THE BIG 6
Spending summers in the Pacific Northwest in North America as a child, I marvelled at the whales frolicking and leaping and coursing through the ocean waves. As waters have warmed off the coast of Kenya, I have more recently been able to delight in the same phenomenon closer to home.
Every year, humpback whales make the journey north from Antarctica, congregating off the Kenyan coast in July and August as they seek warmer waters to give birth and mate. These whales travel 25,000 kilometers on their journey every year — more than half the distance around the Earth.
Humpback whales are a type of baleen whale, which means they eat via a filter system of hairs (“baleens”) in their mouths, gulping in water and sieving out food. Humpbacks can live to 100 years old, be 16 metres long, and weigh up to 40 tonnes (8 times the size of an elephant!). Every year, males compose a song that they sing together for hours — talk about the world’s bulkiest barbershop quartet! They are acrobatic animals, leaping and flipping impressively through the air. Once on the brink of extinction, hunting restrictions have helped the humpback population rebound to 80,000 worldwide.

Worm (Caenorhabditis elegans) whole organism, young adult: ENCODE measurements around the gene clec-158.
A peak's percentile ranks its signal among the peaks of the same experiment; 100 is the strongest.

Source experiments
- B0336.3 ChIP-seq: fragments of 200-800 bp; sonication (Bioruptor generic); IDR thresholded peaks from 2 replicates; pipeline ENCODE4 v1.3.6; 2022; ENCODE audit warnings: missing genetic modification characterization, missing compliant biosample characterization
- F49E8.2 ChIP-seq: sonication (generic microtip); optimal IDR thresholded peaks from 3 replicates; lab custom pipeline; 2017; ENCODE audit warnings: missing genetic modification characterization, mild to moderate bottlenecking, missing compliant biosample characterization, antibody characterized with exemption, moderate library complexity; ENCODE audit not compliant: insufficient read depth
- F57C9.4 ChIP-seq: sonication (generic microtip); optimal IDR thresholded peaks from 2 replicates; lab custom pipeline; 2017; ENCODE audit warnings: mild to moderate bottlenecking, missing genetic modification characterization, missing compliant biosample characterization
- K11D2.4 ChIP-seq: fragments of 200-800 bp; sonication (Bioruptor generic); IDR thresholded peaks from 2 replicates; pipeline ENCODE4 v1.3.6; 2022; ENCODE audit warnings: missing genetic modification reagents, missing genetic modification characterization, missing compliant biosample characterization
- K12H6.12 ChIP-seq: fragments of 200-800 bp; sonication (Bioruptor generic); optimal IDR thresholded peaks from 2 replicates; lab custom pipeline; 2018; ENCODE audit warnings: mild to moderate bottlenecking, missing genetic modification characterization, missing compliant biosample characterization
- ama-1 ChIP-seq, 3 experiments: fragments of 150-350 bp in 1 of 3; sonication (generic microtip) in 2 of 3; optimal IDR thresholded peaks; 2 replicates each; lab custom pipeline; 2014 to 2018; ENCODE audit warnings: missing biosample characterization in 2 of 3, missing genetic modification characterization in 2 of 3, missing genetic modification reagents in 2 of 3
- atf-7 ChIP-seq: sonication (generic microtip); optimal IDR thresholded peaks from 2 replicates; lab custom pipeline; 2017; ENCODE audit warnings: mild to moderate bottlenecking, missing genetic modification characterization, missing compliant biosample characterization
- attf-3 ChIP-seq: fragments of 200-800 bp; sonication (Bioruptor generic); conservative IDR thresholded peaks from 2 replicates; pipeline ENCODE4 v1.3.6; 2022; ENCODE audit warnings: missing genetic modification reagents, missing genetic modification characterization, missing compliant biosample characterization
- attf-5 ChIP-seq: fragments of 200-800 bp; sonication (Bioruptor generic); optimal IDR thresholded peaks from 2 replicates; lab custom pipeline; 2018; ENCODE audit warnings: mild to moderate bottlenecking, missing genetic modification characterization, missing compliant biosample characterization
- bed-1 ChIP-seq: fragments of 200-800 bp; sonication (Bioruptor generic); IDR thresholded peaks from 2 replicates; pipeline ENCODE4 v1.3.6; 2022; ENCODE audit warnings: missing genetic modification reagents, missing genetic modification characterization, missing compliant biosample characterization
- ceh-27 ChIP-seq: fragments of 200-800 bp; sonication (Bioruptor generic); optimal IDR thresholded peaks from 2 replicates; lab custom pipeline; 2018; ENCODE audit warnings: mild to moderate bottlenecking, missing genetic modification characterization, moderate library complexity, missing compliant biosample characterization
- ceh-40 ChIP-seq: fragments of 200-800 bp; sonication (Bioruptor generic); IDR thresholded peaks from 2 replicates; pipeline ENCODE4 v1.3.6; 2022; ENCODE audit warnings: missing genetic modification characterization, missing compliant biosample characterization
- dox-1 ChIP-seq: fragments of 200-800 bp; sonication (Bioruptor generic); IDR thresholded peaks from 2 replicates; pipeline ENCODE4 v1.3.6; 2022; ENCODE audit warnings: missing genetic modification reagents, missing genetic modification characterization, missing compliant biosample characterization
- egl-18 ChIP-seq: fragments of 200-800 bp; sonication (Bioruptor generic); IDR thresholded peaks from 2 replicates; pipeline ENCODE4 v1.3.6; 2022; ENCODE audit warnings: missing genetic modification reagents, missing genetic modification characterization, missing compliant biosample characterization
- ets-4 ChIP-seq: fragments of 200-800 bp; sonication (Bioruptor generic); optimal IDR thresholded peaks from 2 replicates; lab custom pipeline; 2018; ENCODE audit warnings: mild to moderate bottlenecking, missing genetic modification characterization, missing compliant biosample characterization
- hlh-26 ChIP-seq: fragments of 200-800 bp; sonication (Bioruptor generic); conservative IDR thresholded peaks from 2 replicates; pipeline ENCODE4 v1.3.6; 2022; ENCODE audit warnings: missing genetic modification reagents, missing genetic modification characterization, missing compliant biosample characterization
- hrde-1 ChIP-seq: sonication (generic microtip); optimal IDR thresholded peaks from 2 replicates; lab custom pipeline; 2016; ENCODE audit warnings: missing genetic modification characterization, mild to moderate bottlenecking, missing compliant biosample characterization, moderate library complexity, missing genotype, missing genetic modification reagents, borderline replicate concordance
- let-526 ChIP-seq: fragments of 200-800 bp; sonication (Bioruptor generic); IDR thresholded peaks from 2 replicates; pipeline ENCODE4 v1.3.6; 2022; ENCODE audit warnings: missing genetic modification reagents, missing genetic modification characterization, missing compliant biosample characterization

In Kenya, humpbacks call port several times, first stopping at Shimoni and then visiting Diani, Kilifi, Watamu, and Lamu before continuing north. This provides ample opportunity for once-in a-lifetime whale watching. Tours can be KSH 5,000-45,000 and are becoming a popular new addition on Kenya’s safari scene.
Whales are not the only wonder in Kenya’s waters, though. The Watamu Marine National Park & Reserve is home to coral gardens, three types of turtles, dolphins, 500 species of fish, whale sharks, manta rays, and octopuses. These incredible creatures depend on us to keep our waters — their home — clean. May you experience the glory of the whales this winter while also doing your part to keep their ecosystem sustainable for years to come.
A closer look from Vlogger Farhana Oberson
Get your whale watch on from the end of July – end September.
Stay mindful and keep our beaches healthy, clean and safe, and protect our waters.